I once made the mistake of buying a piece of equipment from the website of a world renowned “Natural” Horsemanship ‘guru’. I say mistake because once they have your information, they won’t stop trying to convert you. I choose not to use the man’s name because my intent is not to start a war with his followers (but at least you know the gender now). If his followers are devout enough, they may likely recognize some of his language – so be it. But in this post my intent is more to utilize his language to stir others to scrutinize more closely the nonsense he and his ilk often spout.
While scanning through my e-mail clutter folder I came across the latest newsletter from this ‘famous’ horseman. Normally I pass them by, having read several in the past and knowing they offer little substance. However, the subject of this one – lunging – caught my eye.
The fact that “Natural” horsemen too often denounce lunging as “bad”, while instead seeing value in chasing a horse around a round pen, has long fascinated me. As a student of equine movement and biomechanics, it is glaringly obvious that what I typically see in round pens is physically far worse than an appropriately lunged horse. But this fellow takes his war on lunging to a whole new level.
The scene is set with a question allegedly sent in by a follower:
“I hope you can give me some advice please, I have a four-year-old Appaloosa mare … the problem is I am trying to lunge her but she keeps turning into [sic] me when I try to lunge …. I did get her to follow my fiancé in a circle to get her used to my commands…. do you have any other ideas?”
Now, it is interesting to note that the technique she has employed is actually the most common method of starting to lunge used by old masters of classical horsemanship. I have not personally started horses on the lunge in this manner, mainly because it does require a helper (something not always handy). But I have seen the technique employed many times. For confused or frightened horses it is a very calming way to start.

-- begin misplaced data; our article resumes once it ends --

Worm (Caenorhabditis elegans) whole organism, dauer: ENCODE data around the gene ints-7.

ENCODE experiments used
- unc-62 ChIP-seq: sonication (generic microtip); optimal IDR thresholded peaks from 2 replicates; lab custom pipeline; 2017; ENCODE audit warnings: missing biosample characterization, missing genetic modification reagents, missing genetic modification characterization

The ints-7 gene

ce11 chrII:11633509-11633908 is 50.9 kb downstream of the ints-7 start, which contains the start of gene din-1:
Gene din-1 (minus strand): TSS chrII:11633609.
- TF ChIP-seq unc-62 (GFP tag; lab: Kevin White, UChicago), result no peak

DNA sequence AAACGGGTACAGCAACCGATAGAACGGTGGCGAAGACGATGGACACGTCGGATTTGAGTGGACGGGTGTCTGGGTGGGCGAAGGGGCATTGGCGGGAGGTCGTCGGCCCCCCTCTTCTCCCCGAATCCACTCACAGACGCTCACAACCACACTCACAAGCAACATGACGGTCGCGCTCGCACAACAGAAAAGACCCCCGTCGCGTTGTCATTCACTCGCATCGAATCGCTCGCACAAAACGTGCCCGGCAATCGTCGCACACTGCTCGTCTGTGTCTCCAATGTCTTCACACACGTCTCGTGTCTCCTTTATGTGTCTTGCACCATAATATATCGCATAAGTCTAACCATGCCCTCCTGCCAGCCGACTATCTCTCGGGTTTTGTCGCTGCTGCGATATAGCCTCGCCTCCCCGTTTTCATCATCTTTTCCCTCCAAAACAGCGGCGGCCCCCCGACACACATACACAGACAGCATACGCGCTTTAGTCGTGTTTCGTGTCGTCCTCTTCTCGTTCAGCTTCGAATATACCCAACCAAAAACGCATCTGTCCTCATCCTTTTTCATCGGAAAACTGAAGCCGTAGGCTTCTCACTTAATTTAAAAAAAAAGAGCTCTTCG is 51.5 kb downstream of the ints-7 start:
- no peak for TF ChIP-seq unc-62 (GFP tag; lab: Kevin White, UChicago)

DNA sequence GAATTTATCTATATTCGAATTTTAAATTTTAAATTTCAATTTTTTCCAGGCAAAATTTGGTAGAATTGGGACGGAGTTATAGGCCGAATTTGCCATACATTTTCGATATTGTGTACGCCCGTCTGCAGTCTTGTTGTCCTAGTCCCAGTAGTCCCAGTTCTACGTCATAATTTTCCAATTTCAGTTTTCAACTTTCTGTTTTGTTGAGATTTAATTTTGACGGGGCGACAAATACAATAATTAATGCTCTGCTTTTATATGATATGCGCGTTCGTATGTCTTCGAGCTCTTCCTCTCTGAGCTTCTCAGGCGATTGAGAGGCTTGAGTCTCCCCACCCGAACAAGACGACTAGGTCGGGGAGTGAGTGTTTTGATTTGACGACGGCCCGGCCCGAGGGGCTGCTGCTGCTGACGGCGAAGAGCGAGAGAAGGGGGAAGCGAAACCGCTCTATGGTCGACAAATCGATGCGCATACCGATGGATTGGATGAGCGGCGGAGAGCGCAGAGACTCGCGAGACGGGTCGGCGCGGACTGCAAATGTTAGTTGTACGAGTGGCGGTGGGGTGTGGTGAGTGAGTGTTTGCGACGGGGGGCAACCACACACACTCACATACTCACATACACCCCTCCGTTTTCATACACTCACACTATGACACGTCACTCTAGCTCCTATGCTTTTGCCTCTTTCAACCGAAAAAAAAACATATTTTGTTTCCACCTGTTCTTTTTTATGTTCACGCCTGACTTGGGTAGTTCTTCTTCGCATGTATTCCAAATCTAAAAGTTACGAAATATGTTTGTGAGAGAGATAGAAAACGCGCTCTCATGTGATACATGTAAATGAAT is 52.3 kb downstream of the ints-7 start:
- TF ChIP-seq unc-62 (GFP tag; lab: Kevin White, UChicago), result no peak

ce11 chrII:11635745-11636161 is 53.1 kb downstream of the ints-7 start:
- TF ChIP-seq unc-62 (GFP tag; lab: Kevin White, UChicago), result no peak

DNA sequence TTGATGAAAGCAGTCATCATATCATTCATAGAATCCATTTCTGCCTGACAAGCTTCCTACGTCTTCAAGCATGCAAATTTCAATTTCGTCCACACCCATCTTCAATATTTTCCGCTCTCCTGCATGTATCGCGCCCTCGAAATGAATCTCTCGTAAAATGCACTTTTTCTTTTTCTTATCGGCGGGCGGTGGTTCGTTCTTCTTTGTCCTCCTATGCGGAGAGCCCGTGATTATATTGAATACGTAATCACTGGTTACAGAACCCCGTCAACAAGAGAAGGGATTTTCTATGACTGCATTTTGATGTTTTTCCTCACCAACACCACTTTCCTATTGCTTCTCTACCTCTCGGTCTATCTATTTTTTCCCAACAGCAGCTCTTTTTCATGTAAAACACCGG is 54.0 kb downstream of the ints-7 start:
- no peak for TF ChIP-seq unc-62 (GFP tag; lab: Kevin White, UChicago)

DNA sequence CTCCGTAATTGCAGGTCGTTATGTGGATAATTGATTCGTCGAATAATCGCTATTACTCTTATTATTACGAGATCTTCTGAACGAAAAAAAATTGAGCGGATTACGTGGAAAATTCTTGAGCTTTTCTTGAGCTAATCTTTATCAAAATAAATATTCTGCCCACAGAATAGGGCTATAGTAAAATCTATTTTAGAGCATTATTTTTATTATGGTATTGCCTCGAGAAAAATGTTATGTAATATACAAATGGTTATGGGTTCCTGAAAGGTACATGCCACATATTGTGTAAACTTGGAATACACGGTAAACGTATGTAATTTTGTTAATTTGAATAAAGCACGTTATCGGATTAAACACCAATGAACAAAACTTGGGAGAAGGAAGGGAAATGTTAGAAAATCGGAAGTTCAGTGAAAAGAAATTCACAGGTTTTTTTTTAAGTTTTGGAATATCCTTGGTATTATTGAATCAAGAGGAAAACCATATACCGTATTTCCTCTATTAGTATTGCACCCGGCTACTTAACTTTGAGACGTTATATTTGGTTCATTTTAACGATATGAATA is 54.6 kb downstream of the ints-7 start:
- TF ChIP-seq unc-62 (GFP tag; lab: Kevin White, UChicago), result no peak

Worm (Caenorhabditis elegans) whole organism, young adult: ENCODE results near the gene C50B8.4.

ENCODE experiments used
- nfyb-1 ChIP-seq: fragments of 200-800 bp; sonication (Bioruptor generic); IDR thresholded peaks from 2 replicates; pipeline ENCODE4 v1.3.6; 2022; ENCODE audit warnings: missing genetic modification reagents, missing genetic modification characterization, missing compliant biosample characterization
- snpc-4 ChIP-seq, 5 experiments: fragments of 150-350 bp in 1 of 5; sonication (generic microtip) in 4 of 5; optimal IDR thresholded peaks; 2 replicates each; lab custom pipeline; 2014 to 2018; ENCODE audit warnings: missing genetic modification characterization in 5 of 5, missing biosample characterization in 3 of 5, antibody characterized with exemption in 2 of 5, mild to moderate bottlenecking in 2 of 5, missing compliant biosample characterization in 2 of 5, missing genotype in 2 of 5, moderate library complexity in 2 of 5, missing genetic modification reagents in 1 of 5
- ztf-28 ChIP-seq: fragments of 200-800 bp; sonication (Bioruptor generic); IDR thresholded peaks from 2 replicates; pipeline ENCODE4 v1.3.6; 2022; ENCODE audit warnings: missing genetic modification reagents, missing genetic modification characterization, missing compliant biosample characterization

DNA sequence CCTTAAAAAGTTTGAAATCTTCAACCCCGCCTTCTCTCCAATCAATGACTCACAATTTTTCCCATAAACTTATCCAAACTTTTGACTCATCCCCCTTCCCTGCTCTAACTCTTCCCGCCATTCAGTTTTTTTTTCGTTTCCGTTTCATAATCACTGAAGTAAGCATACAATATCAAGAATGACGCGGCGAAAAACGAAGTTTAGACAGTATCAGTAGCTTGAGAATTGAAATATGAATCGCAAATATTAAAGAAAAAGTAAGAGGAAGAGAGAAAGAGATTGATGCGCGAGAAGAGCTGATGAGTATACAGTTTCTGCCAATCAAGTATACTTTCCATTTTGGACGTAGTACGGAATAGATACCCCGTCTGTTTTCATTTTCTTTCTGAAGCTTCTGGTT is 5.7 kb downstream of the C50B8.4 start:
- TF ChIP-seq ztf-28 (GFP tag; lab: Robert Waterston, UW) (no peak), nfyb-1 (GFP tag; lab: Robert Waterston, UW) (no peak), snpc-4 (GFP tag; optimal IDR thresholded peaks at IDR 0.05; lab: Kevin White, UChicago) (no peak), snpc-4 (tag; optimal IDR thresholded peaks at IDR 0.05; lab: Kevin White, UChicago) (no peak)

Now, I fully expected that the answer would entail something akin to “Get thee to a round pen!” But I was shocked at the direction that it took.
“After reading your question twice I have made the decision that you are single line lunging. Please utilize my [insert sales pitch] to discover how I feel about this activity.”
First, let me pause in this answer to say that “single line lunging” is actually just lunging. Anything else is long lining (two lines, still on a circle), long reining (sometimes also refers to two lines on a circle, but sometimes in-hand work with two reins), or ground driving (two lines following no prescribed pattern). I point this out simply to say that another characteristic of the “Natural” Horsemanship crowd is to make up their own ‘lingo’. These practices are centuries old, and you can read masterworks from centuries past where they use the terms I have, and they all mean the same thing (with that one noted exception, where modern times have expanded the meaning). Inventing new language for common things is either a sign of ignorance (not likely), or a craven marketing ploy whose psychological underpinnings would take their own blog to explore.
But I digress … please continue with your expert answer, sir …
“I have often said that single line lunging is the second worst piece of horsemanship on earth. It follows only striking the horse for pain.”
Really?! So, this …
… is worse than this?
Or this …
… is worse than this …
… or this?